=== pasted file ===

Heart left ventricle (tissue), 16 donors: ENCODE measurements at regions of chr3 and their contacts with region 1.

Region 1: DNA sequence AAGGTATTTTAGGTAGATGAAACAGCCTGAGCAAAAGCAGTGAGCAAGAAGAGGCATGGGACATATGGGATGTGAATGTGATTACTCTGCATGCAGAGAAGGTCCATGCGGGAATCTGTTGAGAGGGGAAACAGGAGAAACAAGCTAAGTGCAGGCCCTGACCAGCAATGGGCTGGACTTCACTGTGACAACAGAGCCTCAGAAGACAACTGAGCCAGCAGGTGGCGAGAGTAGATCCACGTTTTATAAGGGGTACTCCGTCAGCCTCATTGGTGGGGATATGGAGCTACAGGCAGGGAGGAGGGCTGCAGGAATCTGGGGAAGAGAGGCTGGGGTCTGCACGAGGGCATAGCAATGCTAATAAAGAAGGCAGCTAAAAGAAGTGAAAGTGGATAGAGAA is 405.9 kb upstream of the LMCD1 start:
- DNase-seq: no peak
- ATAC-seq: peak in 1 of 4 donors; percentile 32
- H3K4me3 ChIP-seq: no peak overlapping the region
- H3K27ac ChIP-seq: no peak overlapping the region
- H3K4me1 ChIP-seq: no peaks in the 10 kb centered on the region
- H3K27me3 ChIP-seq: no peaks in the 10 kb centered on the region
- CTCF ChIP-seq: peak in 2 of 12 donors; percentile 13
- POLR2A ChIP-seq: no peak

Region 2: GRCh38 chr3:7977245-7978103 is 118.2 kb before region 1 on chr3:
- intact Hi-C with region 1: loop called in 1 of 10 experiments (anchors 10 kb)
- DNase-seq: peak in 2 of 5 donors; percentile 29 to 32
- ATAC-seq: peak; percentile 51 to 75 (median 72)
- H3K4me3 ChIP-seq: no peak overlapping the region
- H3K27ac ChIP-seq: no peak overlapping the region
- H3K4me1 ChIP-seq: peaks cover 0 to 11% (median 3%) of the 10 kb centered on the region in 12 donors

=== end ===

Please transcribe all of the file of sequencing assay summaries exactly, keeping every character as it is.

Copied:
Heart left ventricle (tissue), 16 donors: ENCODE measurements at regions of chr3 and their contacts with region 1.

Region 1: DNA sequence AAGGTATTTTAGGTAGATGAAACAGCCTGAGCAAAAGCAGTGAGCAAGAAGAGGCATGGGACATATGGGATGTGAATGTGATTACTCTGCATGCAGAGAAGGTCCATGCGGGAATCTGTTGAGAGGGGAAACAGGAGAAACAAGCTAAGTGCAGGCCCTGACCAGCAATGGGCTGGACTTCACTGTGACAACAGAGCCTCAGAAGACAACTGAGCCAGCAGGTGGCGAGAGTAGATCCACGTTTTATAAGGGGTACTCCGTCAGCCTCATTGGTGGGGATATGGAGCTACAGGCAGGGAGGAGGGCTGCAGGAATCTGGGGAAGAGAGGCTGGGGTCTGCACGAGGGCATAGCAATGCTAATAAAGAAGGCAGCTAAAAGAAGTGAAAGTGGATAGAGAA is 405.9 kb upstream of the LMCD1 start:
- DNase-seq: no peak
- ATAC-seq: peak in 1 of 4 donors; percentile 32
- H3K4me3 ChIP-seq: no peak overlapping the region
- H3K27ac ChIP-seq: no peak overlapping the region
- H3K4me1 ChIP-seq: no peaks in the 10 kb centered on the region
- H3K27me3 ChIP-seq: no peaks in the 10 kb centered on the region
- CTCF ChIP-seq: peak in 2 of 12 donors; percentile 13
- POLR2A ChIP-seq: no peak

Region 2: GRCh38 chr3:7977245-7978103 is 118.2 kb before region 1 on chr3:
- intact Hi-C with region 1: loop called in 1 of 10 experiments (anchors 10 kb)
- DNase-seq: peak in 2 of 5 donors; percentile 29 to 32
- ATAC-seq: peak; percentile 51 to 75 (median 72)
- H3K4me3 ChIP-seq: no peak overlapping the region
- H3K27ac ChIP-seq: no peak overlapping the region
- H3K4me1 ChIP-seq: peaks cover 0 to 11% (median 3%) of the 10 kb centered on the region in 12 donors